West Virginia 1,652,896 1,657,362 1,613,345 2.5%
Wisconsin 5,681,673 5,616,271 5,466,581 3.9%
Wyoming 890,285 861,028 814,989 9.2%
Total 283,400,986 275,924,442 263,610,219 7.5%

Data source: U.S. Department of Transportation Federal Highway Administration (2024).

Electric vehicle ownership rates by state

There were 3,299,502 registered electric vehicles in the United States by the fourth quarter of 2023.

California can take most of the credit for that, as it’s home to roughly 1.2 million electric vehicles, 36% of the nationwide total. On the other end of the spectrum, North Dakota recorded the lowest total, with just 876 electric vehicles.

State EV Registrations
Alabama 11,831
Alaska 2,538
Arizona 84,611
Arkansas 6,572
California 1,178,948
Colorado 82,563
Connecticut 29,587
Delaware 7,687
District of Columbia 7,492
Florida 231,518
Georgia 85,050
Hawaii 24,195
Idaho 7,982
Illinois 93,021
Indiana 23,987
Iowa 8,333
Kansas 10,401
Kentucky 10,750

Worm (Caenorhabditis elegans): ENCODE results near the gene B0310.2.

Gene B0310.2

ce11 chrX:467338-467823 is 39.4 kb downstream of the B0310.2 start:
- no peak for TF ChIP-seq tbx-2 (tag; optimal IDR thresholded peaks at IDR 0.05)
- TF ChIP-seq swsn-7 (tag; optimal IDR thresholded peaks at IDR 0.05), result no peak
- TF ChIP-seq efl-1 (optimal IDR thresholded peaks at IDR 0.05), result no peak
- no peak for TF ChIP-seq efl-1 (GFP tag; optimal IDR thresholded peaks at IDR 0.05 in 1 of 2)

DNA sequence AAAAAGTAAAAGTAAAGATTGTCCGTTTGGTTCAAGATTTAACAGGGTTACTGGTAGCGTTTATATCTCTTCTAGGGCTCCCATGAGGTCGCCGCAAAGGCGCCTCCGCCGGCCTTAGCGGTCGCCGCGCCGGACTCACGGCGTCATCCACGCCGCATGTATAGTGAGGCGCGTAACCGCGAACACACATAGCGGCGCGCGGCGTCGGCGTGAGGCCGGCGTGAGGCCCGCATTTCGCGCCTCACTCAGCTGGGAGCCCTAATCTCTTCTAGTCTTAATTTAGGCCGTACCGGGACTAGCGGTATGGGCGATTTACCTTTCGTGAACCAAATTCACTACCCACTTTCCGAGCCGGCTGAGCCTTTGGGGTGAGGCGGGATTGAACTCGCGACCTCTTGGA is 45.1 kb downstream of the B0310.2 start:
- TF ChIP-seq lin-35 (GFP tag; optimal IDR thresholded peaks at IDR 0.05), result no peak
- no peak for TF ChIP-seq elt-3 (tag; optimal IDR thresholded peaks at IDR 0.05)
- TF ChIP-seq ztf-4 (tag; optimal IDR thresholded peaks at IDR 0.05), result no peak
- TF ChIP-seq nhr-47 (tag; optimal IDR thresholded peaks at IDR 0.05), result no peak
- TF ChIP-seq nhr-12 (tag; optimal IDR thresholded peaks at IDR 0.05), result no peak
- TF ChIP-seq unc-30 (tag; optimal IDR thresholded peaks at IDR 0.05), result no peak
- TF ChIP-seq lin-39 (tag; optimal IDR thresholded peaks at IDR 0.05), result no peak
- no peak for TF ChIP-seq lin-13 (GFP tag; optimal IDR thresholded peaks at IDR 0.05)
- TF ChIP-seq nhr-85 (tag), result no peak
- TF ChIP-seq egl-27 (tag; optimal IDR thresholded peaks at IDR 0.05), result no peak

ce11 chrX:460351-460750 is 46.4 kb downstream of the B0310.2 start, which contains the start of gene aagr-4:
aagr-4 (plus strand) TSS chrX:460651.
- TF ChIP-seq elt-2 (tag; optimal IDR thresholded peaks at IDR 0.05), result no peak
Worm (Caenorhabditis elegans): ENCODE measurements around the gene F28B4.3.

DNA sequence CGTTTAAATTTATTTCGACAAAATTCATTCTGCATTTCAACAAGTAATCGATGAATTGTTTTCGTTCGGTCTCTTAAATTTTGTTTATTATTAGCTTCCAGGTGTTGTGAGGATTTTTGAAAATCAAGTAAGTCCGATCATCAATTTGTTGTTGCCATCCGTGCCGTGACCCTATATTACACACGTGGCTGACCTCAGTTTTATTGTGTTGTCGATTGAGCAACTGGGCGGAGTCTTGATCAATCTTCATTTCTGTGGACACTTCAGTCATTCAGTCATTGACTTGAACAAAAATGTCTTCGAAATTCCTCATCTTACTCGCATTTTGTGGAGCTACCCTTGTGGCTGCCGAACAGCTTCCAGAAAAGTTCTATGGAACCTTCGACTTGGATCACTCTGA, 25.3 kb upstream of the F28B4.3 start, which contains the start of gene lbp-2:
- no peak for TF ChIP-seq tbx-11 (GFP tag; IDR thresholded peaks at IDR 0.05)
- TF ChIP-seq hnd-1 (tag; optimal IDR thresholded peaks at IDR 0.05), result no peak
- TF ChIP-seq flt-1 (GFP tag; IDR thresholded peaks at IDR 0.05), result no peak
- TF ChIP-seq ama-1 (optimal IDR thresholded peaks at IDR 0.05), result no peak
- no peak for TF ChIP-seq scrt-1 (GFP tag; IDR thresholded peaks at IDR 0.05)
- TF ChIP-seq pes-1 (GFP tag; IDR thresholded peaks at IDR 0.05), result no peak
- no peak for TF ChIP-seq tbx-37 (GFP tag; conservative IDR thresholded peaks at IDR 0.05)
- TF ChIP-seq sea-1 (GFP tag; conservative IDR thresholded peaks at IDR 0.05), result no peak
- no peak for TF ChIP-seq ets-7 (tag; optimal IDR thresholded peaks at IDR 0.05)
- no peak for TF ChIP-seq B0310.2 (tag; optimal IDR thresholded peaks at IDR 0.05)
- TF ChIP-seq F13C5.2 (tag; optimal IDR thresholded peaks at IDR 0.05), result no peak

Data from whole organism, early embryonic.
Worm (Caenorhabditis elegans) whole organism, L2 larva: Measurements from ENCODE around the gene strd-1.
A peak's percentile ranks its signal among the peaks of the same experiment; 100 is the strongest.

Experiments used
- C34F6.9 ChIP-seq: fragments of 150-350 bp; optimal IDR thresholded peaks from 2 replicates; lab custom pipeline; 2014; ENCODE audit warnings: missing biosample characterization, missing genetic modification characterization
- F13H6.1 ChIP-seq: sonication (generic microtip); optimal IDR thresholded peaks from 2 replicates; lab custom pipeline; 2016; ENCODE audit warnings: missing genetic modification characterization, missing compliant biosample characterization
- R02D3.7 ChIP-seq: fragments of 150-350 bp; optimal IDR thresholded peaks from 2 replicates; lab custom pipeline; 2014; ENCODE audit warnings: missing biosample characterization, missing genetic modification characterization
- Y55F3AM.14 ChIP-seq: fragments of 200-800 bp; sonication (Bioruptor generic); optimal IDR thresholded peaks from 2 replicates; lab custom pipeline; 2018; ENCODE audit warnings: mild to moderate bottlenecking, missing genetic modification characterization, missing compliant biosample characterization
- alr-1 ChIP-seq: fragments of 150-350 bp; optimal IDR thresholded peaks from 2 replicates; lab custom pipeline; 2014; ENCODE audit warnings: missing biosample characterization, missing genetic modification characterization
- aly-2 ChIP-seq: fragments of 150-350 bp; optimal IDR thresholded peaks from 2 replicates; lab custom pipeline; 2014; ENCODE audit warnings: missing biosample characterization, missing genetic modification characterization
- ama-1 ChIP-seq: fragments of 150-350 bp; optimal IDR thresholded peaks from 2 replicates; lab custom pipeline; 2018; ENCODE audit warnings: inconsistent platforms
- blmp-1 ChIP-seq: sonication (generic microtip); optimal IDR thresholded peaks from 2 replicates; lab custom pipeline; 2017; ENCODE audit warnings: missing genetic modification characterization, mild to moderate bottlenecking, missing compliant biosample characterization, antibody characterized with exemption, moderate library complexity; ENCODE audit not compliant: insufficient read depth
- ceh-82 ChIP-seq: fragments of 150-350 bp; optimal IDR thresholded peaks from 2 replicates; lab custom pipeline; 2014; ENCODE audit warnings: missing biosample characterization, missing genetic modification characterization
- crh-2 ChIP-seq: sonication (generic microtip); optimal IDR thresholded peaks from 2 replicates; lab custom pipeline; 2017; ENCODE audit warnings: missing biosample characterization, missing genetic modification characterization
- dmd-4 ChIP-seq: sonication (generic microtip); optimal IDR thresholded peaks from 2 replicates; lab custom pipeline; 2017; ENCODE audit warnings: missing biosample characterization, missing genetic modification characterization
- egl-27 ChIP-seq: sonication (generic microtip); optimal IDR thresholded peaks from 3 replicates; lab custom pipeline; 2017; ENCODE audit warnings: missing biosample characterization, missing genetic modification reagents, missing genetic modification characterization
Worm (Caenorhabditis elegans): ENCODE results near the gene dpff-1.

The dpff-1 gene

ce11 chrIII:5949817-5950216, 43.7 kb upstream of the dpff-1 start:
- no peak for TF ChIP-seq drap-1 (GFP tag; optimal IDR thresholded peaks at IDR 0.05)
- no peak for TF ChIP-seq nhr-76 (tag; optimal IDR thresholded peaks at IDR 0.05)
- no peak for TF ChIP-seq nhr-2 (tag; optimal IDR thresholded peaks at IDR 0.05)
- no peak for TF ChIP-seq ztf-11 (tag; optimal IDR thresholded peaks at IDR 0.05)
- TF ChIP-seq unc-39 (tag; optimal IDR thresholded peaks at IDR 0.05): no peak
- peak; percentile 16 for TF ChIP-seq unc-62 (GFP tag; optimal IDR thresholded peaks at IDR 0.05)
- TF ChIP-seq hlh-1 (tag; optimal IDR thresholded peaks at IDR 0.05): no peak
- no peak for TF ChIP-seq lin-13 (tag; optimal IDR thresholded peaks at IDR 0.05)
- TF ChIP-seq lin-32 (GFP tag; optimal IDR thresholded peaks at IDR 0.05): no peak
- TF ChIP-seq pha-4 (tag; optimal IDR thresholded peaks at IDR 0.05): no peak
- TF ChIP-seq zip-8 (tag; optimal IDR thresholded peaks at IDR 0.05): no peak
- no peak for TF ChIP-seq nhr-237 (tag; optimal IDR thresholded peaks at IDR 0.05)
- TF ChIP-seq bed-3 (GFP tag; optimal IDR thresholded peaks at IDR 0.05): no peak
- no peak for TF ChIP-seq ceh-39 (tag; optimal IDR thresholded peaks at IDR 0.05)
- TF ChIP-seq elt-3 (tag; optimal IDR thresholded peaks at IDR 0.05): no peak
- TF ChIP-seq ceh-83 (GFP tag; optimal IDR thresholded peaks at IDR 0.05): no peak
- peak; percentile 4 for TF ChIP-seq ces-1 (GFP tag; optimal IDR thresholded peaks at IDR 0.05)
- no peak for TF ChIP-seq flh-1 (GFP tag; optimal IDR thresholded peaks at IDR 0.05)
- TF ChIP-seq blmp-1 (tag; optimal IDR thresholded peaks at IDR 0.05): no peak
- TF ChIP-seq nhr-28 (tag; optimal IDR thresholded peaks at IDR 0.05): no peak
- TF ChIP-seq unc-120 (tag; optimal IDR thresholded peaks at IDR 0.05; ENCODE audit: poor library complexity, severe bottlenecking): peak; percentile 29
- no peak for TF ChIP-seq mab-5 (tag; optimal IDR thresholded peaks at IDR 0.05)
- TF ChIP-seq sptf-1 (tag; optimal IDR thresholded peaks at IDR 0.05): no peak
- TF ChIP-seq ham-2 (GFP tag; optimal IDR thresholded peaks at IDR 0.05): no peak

Louisiana 7,529
Maine 6,829
Maryland 64,919
Massachusetts 68,842
Michigan 45,588
Minnesota 33,933
Mississippi 3,246
Missouri 24,665
Montana 4,230
Nebraska 6,304
Nevada 44,060
New Hampshire 9,247
New Jersey 125,317
New Mexico 9,557
New York 121,768
North Carolina 63,768
North Dakota 876
Ohio 46,128
Oklahoma 22,845
Oregon 60,196
Pennsylvania 64,631
Rhode Island 5,943
South Carolina 19,224
South Dakota 1,556
Tennessee 30,483
Texas 210,433
Utah 36,860
Vermont 7,312
Virginia 78,694
Washington 141,055
West Virginia 2,542
Wisconsin 22,776
Wyoming 1,080
Total 3,299,502

Data source: Department of Energy (2024).

Car ownership rates by city

Murrieta, California is the city with the highest car ownership rate in the United States, as 99.3% of its households own vehicles. Here’s the full top 10:

City Percentage of households that own vehicles
Murrieta, California 99.3%
League City, Texas 99.0%
Surprise, Arizona 98.7%
West Jordan, Utah 98.7%
Cary, North Carolina 98.6%
Pearland, Texas 98.6%
Highlands Ranch, Colorado 98.5%
Centennial, Colorado 98.3%
Gilbert, Arizona 98.3%
Elk Grove, California 98.2%

Data source: TitleMax (2020).

New York City has the lowest car ownership rate by far at 45.6%. Cities with low car ownership tend to have more public transportation options and high population densities. This makes a car more of a luxury than a necessity, especially considering the extra costs involved, such as car insurance and parking.